Timeline: key dates in the Sammy Yatim streetcar shooting case
TORONTO – A jury is now deliberating the fate of Const. James Forcillo, charged in the 2013 shooting death of 18-year-old Sammy Yatim. Here are some key dates:
July 27, 2013
Forcillo shoots nine bullets at Yatim after a 50 second standoff in which he repeatedly yells at the teen to drop a small knife the youth was holding. Yatim dies on the empty streetcar. The Special Investigations Unit – Ontario’s police watchdog – begins its investigation of the incident.
WATCH: Toronto Police caught shooting on camera (Warning, the video contains violent content that may be disturbing to some viewers)
July 29, 2013
Forcillo is suspended with pay from the police force. Toronto’s police chief says the force will do everything it can to answer all the questions surrounding Yatim’s “tragic” death. Hundreds of people, including members of Yatim’s family, take to the streets of downtown Toronto to protest the killing.
July 30, 2013
Forcillo is publicly identified as the officer who killed Yatim.
From Aug. 2013: Constable James Forcillo has been identified as Toronto police officer at the centre of the investigation into the shooting of 18-year-old Sammy Yatim.
Aug. 1, 2013
A funeral is held for Yatim.
Aug. 8, 2013
Ontario’s ombudsman says he will probe what kind of direction the provincial government provides to police for defusing conflict situations in the wake of Yatim’s death.
Aug. 12, 2013
Toronto’s police chief announces a review of police procedures, use of force and police response to emotionally disturbed people.
Aug. 19, 2013
Forcillo is charged with second-degree murder in Yatim’s death.
Aug. 20, 2013
Forcillo is released on $510,000 bail.
WATCH: Toronto cop leaves courthouse after receiving bail
Aug. 27, 2013
Ontario’s government announces it will permit all front line police officers to carry stun guns. At the time of Yatim’s death, only supervisors carried the conductive weapons.
Forcillo quietly returns to active duty at Toronto Crimestoppers in an administrative role.
June 17, 2014
Forcillo is committed to stand trial on his second-degree murder charge after the conclusion of a preliminary inquiry.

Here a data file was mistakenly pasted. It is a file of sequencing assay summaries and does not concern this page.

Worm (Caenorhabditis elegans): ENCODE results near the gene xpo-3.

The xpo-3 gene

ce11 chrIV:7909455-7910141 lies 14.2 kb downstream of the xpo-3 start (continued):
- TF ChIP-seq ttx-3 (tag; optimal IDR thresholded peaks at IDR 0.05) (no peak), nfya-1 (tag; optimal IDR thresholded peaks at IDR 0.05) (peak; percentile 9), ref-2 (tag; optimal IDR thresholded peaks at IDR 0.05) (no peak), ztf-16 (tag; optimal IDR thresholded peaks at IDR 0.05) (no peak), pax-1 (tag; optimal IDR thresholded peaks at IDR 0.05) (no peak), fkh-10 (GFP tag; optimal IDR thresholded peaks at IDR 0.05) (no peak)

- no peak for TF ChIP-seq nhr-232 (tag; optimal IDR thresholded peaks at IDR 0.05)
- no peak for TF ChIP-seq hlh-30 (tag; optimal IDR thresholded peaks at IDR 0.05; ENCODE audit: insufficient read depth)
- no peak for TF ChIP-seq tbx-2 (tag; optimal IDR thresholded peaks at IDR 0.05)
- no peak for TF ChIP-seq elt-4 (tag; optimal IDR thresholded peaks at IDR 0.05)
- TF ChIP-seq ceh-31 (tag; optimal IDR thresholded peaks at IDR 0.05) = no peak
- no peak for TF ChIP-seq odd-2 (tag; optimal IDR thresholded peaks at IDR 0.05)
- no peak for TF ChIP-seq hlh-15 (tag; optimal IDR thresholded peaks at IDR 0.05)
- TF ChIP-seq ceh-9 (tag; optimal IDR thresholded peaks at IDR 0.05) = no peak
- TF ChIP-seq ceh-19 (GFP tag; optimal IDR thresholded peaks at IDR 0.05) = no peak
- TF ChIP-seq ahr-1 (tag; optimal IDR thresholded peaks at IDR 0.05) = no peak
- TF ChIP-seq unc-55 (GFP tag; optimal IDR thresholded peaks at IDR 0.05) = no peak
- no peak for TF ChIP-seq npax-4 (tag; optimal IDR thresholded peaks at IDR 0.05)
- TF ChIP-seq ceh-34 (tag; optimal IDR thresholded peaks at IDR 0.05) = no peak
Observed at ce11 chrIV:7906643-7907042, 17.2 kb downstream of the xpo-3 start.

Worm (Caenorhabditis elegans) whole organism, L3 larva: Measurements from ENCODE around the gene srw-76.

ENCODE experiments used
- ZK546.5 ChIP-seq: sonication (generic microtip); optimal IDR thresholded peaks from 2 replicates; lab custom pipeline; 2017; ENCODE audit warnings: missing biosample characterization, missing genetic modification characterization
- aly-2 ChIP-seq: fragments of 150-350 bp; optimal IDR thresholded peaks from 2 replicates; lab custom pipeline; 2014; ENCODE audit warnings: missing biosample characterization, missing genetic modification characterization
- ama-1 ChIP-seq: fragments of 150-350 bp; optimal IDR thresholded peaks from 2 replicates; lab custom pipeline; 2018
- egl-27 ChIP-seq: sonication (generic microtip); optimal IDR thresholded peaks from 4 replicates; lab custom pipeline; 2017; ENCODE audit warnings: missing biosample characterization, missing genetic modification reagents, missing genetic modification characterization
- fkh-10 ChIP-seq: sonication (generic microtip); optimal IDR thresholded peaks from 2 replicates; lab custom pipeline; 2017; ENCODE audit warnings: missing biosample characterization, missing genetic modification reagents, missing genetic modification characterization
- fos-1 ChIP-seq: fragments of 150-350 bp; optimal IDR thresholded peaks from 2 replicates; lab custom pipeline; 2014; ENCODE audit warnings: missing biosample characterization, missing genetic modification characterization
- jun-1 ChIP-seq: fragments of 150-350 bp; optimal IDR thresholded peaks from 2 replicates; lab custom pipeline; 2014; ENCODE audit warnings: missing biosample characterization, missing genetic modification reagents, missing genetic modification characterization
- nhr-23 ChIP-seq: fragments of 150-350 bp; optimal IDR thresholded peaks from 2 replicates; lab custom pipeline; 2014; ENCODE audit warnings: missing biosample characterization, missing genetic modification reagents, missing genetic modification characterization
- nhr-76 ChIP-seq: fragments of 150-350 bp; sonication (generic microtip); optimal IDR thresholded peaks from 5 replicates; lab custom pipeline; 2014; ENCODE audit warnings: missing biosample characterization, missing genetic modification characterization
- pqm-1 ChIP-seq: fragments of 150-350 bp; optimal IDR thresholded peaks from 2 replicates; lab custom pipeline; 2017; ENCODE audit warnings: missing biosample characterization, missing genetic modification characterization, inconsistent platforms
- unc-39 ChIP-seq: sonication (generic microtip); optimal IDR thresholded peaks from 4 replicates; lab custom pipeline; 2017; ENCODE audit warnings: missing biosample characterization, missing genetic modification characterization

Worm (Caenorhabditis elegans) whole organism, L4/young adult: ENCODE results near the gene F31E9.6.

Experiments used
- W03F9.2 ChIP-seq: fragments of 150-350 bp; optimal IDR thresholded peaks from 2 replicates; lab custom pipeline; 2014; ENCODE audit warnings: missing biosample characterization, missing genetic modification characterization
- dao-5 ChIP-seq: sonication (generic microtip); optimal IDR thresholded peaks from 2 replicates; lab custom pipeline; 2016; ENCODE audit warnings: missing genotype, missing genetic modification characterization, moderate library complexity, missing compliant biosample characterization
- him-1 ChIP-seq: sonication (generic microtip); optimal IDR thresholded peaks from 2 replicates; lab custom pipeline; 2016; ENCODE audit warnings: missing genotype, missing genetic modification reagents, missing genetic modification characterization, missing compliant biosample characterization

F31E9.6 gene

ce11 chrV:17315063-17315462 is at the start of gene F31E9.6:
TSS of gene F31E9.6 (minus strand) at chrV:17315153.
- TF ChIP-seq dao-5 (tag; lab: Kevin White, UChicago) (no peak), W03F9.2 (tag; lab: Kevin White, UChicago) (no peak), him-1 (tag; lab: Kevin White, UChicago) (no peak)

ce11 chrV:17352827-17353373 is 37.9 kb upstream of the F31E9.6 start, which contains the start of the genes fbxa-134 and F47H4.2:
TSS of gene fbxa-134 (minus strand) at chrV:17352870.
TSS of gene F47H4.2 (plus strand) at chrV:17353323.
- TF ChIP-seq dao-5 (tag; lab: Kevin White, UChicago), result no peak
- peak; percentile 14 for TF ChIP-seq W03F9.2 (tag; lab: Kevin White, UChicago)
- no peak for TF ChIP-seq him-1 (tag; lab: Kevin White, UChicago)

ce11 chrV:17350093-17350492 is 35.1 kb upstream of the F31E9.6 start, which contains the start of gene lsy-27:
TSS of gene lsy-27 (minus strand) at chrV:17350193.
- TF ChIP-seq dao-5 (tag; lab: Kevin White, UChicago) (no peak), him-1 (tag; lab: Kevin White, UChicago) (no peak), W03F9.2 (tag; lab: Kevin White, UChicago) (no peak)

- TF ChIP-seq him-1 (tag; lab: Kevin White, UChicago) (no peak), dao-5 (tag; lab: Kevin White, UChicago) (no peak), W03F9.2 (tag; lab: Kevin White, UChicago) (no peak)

July 24, 2014
Former Supreme Court of Canada justice Frank Iacobucci releases his report on the use of lethal force by Toronto police, which was sparked by Yatim’s death. Among 84 recommendations, the review suggests that expanding police use of Tasers, equipping officers with body-worn cameras and educating them on mental-health issues could help prevent deadly use of force when dealing with those in crisis.
WATCH: Body cameras and better mental health training — those are just a couple of the 84 recommendations from a report reviewing police use of force. Sean Mallen reports.
July 30, 2014
Forcillo faces an additional charge of attempted murder in relation to Yatim’s death.
Sept. 30, 2015
Forcillo pleads not guilty to second-degree murder and attempted murder in Yatim’s death.
Oct. 20, 2015
Opening statements are delivered at Forcillo’s trial in Toronto. Crown lawyers argue Forcillo’s actions during his confrontation with Yatim weren’t necessary or reasonable. His lawyer contends the officer’s actions were justified and carried out in self-defence.
Nov. 25, 2015
Forcillo takes the stand in his own defence, saying he never intended to kill anyone on the night he confronted Yatim.
WATCH: James Forcillo takes the stand in Sammy Yatim trial
Jan. 5, 2016
Closing arguments begin for the trial. Forcillo’s defense lawyer reiterated his case saying the accused was following his training and deserved an acquittal. Two days later, Crown lawyers argued that the police officer was “a hothead and a bully” and he had alternatives to lethal force.
Jan. 20, 2016
The jurors begin deliberations for the trial.
WATCH: As jurors deliberate in the case of a Toronto police officer charged with murder, there are things that came up in the courtroom with the jury present that can now be reported. Caryn Lieberman has more.
Jan. 25, 2016
After six days of deliberations, the jury found Forcillo guilty of attempted murder, but not-guilty of second degree murder and manslaughter.
© 2016 The Canadian Press